Today, I’ll share with you a few lessons I’ve learned after several years of taking cameras and other gear through their paces.
Let’s face it. You obsess over gear. Sure, you may outwardly say otherwise. But, a small portion of almost every photographer’s attention will at least occasionally find itself overly devoted to upcoming releases. This is hardly the pot calling the kettle black. I am no stranger to G.A.S. (Gear Acquisition Syndrome). Like you, I have spent too much time and way too much money purchasing gear over the years that I thought would “take my work to the next level.” That’s an absurd thought, which I’ll get to momentarily. But, as ridiculous a thought as it may be, such thinking still seems to work its way into my brain at least once a month.
To be fair, I didn’t always spend so much time thinking about gear. Sure, I would keep an eye out for the latest upgrade to my camera system. But, having bought into Nikon with my first digital camera, my searches never really extended much further than awaiting news that the next version of whatever Nikon I happened to be shooting with at that moment was on the way to market.
All that changed when I started writing for Fstoppers. Suddenly, I was not only aware of next to every product hitting the market, I was also often tasked with writing about the product to provide a full review. This necessitates me actually getting my hands on a new product to see if all the hoopla is justified. Sometimes it is. Sometimes it isn’t. But there is an unmistakable joy in discovering the answer for myself.
Now, it may sound like a dream scenario. Being aware of the pros and cons of every product is a requirement for someone who is writing about camera gear. And, putting the real thing through its paces, rather than just relying on someone else’s YouTube review, can definitely help to satiate some of the curiosity factor around new products. There have been plenty of pieces of kit that I’ve gone into my review thinking I might want to purchase for my business only to realize, after using the product, that it wouldn’t fit my needs. Then again, as they say, ignorance can be bliss because, unfortunately, for my wallet, there have been just as many times when I’ve reviewed a product I had no intention of purchasing only to fall in love with it and fuel my Gear Acquisition Syndrome even more. This wouldn’t be a problem were I to be independently wealthy. But, sadly, I am not. And my investments have to be made on an objective business use-case basis rather than on emotional attachment. This is easier said than done.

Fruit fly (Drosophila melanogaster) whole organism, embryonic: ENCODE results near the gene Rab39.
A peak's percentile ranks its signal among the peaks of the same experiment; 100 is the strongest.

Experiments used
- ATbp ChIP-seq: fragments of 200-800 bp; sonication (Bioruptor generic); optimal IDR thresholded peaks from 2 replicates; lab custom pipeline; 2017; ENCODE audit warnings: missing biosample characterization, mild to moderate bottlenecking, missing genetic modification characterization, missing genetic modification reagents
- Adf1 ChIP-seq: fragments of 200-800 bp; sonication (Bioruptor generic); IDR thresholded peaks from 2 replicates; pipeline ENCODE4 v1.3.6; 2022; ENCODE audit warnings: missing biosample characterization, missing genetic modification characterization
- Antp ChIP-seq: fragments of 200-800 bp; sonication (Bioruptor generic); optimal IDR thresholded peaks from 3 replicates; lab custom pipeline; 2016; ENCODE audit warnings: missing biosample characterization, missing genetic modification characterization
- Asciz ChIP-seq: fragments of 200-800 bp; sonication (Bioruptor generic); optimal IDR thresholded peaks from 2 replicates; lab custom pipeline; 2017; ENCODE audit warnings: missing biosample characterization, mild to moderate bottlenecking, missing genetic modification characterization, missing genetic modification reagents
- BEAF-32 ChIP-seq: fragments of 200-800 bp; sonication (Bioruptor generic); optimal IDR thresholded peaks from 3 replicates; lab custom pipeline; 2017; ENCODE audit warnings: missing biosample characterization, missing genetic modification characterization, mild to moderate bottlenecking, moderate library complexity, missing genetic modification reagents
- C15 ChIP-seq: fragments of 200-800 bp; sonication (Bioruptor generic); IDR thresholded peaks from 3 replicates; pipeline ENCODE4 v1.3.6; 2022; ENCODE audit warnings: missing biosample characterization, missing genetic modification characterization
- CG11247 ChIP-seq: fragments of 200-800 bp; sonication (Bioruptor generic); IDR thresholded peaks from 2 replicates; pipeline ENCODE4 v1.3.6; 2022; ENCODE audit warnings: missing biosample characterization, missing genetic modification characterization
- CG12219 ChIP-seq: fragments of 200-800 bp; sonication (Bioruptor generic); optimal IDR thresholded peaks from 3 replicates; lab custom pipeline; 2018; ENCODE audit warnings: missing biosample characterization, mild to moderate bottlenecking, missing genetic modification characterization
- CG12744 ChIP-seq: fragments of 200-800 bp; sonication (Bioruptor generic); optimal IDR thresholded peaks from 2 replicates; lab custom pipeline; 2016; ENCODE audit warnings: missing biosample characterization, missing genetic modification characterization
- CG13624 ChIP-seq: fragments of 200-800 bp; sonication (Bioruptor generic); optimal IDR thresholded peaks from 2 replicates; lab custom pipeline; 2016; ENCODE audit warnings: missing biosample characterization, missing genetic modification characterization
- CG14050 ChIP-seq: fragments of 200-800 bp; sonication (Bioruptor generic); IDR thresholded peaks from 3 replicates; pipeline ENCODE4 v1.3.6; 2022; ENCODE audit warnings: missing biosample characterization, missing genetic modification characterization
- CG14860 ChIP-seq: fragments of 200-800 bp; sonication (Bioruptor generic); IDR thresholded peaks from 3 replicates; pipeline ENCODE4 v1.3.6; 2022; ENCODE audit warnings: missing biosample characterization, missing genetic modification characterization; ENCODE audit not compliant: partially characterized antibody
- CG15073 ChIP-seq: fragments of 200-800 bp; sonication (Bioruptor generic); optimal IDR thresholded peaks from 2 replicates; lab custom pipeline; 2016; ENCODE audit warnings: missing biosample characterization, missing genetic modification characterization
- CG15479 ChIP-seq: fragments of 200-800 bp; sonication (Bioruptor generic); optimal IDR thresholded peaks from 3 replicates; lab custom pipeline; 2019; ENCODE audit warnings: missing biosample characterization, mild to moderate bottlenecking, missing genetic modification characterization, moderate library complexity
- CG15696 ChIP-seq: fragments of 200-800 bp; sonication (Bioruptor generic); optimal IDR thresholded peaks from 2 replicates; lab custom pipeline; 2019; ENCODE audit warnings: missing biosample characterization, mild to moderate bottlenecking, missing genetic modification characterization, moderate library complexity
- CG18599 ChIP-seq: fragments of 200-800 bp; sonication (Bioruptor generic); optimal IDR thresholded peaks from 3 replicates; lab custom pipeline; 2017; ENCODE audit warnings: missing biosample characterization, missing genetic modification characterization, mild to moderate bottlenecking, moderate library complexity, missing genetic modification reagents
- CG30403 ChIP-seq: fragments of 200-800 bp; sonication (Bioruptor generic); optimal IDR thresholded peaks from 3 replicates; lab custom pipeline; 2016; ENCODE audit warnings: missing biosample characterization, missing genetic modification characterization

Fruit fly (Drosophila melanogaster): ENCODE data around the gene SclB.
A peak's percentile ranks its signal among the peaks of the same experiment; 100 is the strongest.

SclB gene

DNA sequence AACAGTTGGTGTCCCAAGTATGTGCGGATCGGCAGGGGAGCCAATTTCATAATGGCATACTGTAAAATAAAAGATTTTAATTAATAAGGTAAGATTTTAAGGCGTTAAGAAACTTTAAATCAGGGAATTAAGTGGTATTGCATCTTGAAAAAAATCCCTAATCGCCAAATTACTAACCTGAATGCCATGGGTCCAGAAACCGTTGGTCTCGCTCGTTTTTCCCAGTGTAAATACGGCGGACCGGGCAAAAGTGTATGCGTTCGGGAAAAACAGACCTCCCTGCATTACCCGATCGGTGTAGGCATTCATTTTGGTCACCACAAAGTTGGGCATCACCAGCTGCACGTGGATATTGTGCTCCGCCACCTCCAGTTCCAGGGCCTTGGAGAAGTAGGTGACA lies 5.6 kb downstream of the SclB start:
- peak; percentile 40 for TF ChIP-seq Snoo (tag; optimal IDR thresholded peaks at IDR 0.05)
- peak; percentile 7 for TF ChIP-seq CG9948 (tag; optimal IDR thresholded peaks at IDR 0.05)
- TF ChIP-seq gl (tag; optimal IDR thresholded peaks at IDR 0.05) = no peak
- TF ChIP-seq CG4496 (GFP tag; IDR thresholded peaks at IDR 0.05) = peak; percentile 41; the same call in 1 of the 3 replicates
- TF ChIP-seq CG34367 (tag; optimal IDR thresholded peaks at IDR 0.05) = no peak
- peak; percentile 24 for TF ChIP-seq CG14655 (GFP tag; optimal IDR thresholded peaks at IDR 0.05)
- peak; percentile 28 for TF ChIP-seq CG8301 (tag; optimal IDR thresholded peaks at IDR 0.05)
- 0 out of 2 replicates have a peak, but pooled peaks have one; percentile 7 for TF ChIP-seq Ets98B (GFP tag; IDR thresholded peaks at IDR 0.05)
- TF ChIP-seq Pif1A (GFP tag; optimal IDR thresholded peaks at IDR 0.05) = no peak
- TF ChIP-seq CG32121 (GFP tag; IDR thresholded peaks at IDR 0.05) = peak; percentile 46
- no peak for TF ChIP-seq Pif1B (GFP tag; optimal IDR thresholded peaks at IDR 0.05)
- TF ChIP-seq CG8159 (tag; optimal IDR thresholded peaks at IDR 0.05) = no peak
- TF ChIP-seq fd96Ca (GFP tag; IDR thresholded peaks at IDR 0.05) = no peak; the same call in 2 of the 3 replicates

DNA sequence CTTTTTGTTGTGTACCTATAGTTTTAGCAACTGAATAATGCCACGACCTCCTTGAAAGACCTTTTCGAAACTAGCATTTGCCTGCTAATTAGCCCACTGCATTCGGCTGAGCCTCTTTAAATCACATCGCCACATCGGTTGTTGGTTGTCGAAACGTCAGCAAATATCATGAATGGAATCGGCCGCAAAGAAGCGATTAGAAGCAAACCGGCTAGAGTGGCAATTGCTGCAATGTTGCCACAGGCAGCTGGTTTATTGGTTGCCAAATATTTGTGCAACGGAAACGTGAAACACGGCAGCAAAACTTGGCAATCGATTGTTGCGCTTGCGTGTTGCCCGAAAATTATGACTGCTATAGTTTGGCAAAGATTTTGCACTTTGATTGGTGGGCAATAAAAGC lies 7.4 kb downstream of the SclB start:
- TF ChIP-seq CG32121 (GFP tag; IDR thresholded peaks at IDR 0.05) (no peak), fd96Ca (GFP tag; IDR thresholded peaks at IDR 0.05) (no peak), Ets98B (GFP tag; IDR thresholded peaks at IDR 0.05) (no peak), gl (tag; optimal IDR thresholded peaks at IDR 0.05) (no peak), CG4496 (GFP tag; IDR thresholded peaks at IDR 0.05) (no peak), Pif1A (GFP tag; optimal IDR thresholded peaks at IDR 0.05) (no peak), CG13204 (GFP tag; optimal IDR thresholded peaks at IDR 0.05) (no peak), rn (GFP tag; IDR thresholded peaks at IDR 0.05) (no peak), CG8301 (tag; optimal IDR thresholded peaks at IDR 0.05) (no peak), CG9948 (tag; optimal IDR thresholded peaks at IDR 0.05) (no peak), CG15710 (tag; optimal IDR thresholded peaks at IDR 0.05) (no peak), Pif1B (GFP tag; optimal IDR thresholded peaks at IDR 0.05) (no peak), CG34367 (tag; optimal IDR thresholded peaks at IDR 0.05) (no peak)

But this is no sob story. I’ve learned a lot from getting the opportunity to shoot with so many systems over the years. Not just the individual specs of each, but more fundamental truths about the value of gear and our choices overall. So, rather than try to re-review the specific kits I’ve had my hands on over the years, instead, here are a few abstract ideas that have proven themselves to be true over time.
Gear Is Important, but Not Nearly as Important as We Make It Out To Be
Here’s a little thought experiment. Consider for a moment your first camera. Actually, wait, let’s modify that as, depending on your age, your first camera could be anything from a film camera to a cell phone. Instead, assuming you’ve been shooting for a while, consider whatever camera was your main body three generations ago. No doubt, it’s less powerful than what you’re shooting with today. No doubt it is missing a lot of the bells and whistles that are available on the current market. Objectively speaking, there’s a good chance that what you have in your hand today is far more powerful than what you had three generations ago.
Now, look at your portfolio. Look at the images you like to create and the quality of the images you are creating. Not quality in the sense of pixel-peeping. I mean quality in the sense of the subjective creative artistry involved.
Now, ask yourself a simple question. Is there anything in your current book that you absolutely positively could not have created with that camera you had three generations ago? Maybe you bought a new lens that helped you get closer to birds in flight. Or maybe you got a new strobe system with a shorter flash duration that helped you to better address motion blur. But, as an artist, has the camera itself had any effect on your creative voice? Perhaps your job is easier because your gear is lighter or the autofocus is marginally more effective. But, as a photographer, a person whose job it is to generate one of a kind images that only you can dream up and execute, are you fundamentally different? Probably not. Your imagination shouldn’t be affected by what camera you happen to be holding in your hand. And it’s that imagination that sets you apart from your clients. Not your megapixel count.
This is not to suggest that gear can’t make a difference. There are absolutely certain technical needs required to do our job. And perhaps, since buying that camera three generations ago, your work has shifted and you now need different features in a body than you had before. So, I’m not going to make a blanket statement that gear doesn’t matter.
But what I have found is that, with a little more elbow grease and a bit more legwork, capturing better images is less a function of having a better camera and more a function of expanding our own creativity and knowledge of our craft. There are lots of legitimate reasons to upgrade your camera system. But doing so because you think cameras equate to creativity is not one of the better ones.
There’s an Advantage to Trying Other Brands
I am a Nikon man. I started with them. I like them. And, despite the fact that I often shoot with other brands on the market for various projects, I still consider the Nikon system to be my home. That’s not to say that it’s superior. Only that their system feels the most comfortable for me. So, no matter how many other cameras I try, I usually tend to revert to them.
But, of course, I review all kinds of gear. And, as I mentioned earlier, I am no stranger to falling in love with the products I try. So, among the inhabitants of my gear case, you will see all kinds of different camera brands in residence. Nikon, Canon, Sony, RED, Arri, Fuji, and more. This is not always 100% practical. I’ll get to that in a second. But it does have its advantages.